Most folks who pursue a CCNA certification find that it quite a time-consuming process. If you do it completely via self-study, a CCNA is needed to be taking the exam you months to achieve. The Professional-level Cisco certifications, and some of the specializations like the CQS certifications, are going to take longer because more exams are involved, and the general level of difficulty is higher. Of course, you are going to earning certifications and can take you to a lot less time from start to finish if you can take courses or a boot camp. But for most folks who are chasing an Expert-level certification, such courses are only limited for getting help in the get-me-there-faster sense. There's simply so much that you need to know and master to pass the CCIE exams and the forthcoming CCDE exams that you're in for a heave either way. Cisco has long stated that the average number of lab exam attempts to reach a CCIE is about 2 and 3, but my experience by talking with many candidates over a long period of time is that the average attempts are like more than four attempts.
But how long is it going to take, start to finish, earning a CCIE? I think that's worth a look, especially for candidates who are near the beginning of the path, because it's valuable to help you set the expectations for yourself. Most folks who are highly motivated--and let's keep it at that level since if you weren't highly motivated, you probably would never be going to achieve a CCIE would measure their CCIE journey in years. That is, once you can set the CCIE as a goal, with enough foundational understanding of what would be required to have a grasp on what it will take you to get there; you could count on quite a long journey.
To that point, the goal-setting would be becoming a key part of the CCIE pursuit. So does the project management; any large project that is needed to be broken into smaller segments, put in an order with well-defined goals and timelines are at each stage and tracked to completion. Without acquiring both of these skills in your bag, your journey is likely to be longer and harder than it should be.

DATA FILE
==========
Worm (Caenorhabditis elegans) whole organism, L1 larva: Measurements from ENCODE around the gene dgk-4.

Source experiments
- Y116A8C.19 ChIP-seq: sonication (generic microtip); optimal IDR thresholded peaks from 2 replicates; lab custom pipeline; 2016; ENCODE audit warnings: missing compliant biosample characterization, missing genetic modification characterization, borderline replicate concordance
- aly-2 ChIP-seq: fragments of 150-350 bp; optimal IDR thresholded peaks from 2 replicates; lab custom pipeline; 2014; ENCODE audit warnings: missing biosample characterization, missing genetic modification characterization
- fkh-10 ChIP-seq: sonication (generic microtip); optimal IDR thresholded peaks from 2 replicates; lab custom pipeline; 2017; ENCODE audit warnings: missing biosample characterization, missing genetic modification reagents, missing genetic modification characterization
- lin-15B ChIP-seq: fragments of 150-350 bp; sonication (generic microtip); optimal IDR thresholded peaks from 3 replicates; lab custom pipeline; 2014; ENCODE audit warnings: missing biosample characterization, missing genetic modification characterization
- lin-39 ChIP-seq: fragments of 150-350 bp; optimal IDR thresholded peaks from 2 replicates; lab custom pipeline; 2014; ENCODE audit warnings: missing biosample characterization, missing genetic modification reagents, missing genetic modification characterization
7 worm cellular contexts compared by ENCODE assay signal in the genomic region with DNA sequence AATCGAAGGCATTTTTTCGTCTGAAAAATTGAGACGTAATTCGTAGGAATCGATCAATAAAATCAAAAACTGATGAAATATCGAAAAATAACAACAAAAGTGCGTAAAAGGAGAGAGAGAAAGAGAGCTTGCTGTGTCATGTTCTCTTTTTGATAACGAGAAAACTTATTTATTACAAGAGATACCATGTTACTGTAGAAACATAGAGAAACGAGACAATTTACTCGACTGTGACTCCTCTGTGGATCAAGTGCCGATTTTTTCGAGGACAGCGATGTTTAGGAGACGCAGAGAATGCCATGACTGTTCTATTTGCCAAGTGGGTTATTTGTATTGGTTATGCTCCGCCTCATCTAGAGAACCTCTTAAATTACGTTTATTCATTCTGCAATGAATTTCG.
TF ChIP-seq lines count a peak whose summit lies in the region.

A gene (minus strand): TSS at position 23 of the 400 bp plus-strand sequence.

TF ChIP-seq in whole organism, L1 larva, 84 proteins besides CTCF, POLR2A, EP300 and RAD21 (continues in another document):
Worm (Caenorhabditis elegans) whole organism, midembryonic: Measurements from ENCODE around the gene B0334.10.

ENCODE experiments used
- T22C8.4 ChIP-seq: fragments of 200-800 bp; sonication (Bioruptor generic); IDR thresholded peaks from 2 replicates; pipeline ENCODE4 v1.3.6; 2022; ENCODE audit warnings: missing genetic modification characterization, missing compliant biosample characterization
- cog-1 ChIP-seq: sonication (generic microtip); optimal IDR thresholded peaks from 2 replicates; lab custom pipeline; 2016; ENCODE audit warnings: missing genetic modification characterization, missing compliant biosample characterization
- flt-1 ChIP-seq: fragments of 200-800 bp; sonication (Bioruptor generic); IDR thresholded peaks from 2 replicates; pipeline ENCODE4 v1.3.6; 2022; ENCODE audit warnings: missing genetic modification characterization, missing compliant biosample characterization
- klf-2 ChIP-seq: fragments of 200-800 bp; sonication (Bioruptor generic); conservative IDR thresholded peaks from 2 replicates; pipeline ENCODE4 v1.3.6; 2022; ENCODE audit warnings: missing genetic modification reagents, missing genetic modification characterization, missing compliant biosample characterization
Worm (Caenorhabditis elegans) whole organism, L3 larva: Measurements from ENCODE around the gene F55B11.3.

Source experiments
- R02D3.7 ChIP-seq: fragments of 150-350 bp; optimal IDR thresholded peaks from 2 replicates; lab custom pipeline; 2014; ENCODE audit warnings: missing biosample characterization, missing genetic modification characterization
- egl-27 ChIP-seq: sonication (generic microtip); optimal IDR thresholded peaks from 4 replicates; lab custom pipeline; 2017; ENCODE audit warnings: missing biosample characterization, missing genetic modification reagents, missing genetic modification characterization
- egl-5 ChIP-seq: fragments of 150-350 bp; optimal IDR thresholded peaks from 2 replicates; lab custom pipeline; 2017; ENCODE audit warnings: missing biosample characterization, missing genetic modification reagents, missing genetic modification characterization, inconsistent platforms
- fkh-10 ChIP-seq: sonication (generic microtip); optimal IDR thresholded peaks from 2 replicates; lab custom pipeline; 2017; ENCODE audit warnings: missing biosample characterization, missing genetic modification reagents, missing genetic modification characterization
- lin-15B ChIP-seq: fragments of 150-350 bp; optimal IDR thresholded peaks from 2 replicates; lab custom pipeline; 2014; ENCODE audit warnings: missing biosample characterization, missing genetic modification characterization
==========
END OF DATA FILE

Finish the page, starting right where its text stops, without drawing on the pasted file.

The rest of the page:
Well, talking about pre-requisites, there are actually none of them. Though, Cisco does recommend you have at least 3 years hands-on experience with Cisco hardware and would have an in-depth understanding of routing protocols, routers, switches, and security devices.
To get CCIE certification, you would have to first pass the CCIE written exam. After you have passed the written exam, you are going to be qualified to schedule and take the corresponding, one-day lab exam on-site at one of the ten lab locations of Cisco CCIE. The hands-on lab exam is going to test the Cisco equipment command knowledge and network troubleshooting skills.
I would, however, suggest that you do not endeavor the CCIE without first obtaining some other Cisco Certifications. CCNA, CCNP, CCSP etc.
These qualifications would be giving you a good grounding in networking theory and concepts and make your journey to the CCIE Lab exam a lot easier. As first, you have stated in this post there are no CCIE Prerequisites, but this does not mean to say you would just jump in at the deep end, prepare well and remember this is a going to be a marathon and not just as a sprint!
So, if you need to gain this certification, you should gain some good training, which you could gain by joining the SPOTO Club.